With the best intentions 

We judge ourselves by our intentions, but we judge others by their actions. For years this saying has stuck with me. When I’m driving and I accidentally cut someone off, I feel bad but know it was unintentional. When another driver cuts me off, do I just assume they are a rude jerk? It’s my inclination to think that way, and I suspect that’s human nature and we all do it. But when I think back to this saying and ask myself ‘am I judging them by their action or their intention?’ I find I can give that driver the benefit of the doubt. Maybe they didn’t see me and they are in their car feeling awful.

I’ve used this saying as a barometer to help me give that benefit of the doubt to others in many situations, and it’s helpful. I’m less likely to react, and more likely to seek a solution if I go into an interaction assuming that other people’s intentions are positive. When coaching staff members, whether it’s managers addressing performance issues or coworkers navigating miscommunication and hurt, I caution people against attributing motive. Just address the actions you see, don’t assume you know why they act that way. This opens the door for real communication.

While thinking this way has been helpful in my interactions with others, recently I’ve been realizing that I’ve only been paying attention to half of the saying. Yes, it’s important to look past others’ actions and see the intention behind it. Often people don’t realize how they are coming across, and delving into motivation and intention can actually change behavior.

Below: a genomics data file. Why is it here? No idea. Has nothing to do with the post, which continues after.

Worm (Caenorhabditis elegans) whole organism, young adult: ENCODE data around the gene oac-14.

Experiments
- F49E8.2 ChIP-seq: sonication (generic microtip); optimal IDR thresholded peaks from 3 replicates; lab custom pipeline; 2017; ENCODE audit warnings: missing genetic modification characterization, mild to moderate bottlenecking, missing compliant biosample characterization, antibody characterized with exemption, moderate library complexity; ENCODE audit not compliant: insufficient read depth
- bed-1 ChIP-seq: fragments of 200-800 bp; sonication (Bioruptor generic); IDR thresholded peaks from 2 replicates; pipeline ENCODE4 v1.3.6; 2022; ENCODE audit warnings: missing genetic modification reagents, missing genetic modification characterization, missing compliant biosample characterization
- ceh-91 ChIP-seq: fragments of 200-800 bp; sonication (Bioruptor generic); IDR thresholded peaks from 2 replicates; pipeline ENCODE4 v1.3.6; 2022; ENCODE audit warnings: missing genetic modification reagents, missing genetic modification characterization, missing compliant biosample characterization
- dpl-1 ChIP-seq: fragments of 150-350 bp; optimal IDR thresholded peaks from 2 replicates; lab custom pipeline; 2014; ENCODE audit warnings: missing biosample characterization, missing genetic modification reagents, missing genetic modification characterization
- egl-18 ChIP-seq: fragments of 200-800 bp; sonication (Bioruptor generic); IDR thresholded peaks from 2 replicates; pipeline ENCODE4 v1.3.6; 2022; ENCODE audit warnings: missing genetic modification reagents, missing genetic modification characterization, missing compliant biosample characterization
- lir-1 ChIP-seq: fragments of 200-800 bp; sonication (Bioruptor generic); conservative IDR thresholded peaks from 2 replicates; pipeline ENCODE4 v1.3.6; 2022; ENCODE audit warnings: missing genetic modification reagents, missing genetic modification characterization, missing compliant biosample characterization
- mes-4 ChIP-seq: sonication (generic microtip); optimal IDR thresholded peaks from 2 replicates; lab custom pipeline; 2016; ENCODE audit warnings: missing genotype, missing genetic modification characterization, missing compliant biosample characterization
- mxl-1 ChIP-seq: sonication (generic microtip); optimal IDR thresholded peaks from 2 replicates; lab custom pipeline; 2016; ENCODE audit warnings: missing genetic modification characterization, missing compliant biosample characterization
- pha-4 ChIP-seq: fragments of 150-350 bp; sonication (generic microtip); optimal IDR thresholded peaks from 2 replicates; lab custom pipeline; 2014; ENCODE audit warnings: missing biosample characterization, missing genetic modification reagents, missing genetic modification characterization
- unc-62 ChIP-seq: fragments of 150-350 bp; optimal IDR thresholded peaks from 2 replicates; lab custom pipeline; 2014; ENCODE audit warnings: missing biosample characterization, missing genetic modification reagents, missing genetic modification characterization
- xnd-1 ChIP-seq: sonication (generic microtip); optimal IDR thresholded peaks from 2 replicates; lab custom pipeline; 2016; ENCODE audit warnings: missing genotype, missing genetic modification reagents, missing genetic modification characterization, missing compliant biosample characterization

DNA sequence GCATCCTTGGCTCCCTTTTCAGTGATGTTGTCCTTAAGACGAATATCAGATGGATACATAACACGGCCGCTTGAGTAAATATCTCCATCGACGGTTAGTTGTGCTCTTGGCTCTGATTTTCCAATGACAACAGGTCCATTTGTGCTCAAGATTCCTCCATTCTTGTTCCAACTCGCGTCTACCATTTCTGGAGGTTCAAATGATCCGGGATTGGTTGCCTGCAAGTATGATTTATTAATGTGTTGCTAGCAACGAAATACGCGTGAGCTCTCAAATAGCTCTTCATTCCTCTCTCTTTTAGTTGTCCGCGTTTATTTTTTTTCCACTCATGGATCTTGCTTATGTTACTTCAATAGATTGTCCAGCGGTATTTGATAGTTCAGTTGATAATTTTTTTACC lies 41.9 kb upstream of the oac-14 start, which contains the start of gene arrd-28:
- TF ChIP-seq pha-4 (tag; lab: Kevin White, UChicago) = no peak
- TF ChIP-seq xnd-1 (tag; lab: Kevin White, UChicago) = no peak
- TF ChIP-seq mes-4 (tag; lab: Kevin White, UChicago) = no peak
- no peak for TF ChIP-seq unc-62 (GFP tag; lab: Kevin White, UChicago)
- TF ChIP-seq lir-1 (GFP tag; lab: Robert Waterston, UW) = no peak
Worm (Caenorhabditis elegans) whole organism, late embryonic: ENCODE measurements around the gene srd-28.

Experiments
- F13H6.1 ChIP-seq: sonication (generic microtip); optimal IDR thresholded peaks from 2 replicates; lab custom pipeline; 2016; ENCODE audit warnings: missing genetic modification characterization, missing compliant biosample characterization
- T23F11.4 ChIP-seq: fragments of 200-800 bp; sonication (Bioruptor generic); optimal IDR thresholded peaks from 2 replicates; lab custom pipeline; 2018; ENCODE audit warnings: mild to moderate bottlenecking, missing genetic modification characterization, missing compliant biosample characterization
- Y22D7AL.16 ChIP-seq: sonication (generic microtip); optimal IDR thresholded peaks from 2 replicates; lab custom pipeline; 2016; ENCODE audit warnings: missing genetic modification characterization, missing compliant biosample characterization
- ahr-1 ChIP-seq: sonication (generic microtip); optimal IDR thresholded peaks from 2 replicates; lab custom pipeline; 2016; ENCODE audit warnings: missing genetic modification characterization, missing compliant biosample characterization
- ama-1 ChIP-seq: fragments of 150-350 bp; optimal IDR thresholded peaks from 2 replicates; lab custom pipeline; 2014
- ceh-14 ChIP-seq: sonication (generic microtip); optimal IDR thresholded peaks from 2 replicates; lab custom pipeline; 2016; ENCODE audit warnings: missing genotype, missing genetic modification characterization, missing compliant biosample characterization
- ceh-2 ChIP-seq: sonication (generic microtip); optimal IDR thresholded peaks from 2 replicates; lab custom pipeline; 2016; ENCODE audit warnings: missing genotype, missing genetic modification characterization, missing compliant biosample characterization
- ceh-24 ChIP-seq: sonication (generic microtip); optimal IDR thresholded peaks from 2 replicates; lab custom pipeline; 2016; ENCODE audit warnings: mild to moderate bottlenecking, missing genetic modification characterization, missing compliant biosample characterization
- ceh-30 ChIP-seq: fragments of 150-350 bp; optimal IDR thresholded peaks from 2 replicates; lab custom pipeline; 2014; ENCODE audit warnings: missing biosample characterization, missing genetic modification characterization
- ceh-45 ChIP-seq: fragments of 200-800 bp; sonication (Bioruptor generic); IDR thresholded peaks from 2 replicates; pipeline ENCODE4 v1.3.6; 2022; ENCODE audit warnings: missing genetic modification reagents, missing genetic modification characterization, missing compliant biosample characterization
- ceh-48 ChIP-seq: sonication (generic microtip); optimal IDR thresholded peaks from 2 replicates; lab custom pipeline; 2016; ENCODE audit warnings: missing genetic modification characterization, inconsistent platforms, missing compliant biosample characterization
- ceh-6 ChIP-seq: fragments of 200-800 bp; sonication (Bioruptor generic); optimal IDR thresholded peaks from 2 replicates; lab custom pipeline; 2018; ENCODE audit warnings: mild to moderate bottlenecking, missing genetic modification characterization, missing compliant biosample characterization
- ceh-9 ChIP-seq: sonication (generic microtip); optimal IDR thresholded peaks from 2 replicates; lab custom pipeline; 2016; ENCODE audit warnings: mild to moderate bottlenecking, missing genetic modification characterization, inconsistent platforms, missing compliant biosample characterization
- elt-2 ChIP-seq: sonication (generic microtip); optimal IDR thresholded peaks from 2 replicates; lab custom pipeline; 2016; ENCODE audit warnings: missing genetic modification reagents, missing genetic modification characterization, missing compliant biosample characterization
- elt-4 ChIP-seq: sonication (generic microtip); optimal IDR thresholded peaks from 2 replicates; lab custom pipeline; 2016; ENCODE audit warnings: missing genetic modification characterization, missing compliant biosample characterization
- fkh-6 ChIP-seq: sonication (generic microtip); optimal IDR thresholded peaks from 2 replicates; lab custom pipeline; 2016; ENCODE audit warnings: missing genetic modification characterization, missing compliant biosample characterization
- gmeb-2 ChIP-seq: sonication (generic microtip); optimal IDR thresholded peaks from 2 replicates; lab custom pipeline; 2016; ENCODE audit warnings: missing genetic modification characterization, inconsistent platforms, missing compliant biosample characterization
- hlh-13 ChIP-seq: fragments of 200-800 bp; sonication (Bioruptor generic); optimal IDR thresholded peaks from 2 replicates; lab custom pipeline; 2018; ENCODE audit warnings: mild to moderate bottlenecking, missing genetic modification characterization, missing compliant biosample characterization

But what about me? I tend to give myself a pass on my actions because I know the intention behind it. Is that good enough? Other people don’t know my intention, and even if they do, does that help? In my traffic analogy, if I cut someone off they still have to quickly react to another car in their way, hit their brakes, prepare for the unknown. If they know I didn’t see them and feed badly about it, will that lessen the adrenaline response? Not really.

We spend a lot of time in HR helping others navigate interpersonal relationships. We expect them to focus on actions and behaviors, and to learn to work together with people that they might not choose on their own. But what about our interactions with coworkers? When we blow it, with the best of intentions, are we quick to apologize? If our words or actions are misconstrued, do we take ownership for the miscommunication, or do we assume that it’s on the other person to figure out what we meant? We spend a lot of time and energy working to make life better for our staff, and it’s important that they see us as knowledgeable professionals. It can be humbling to say ‘that came out wrong’ or ‘that’s not what I intended’ or simply ‘I’m sorry’ with no qualifiers (no ‘I’m sorry, but… or ‘I’m sorry you felt that way’). I’m a fan of the now outdated expression ‘my bad’ because it takes ownership. It was my bad, not yours.

I’m challenging myself to stop giving myself a pass just because my intentions were good. I’m owning my actions, however they come across to others. Can I challenge you to do the same?

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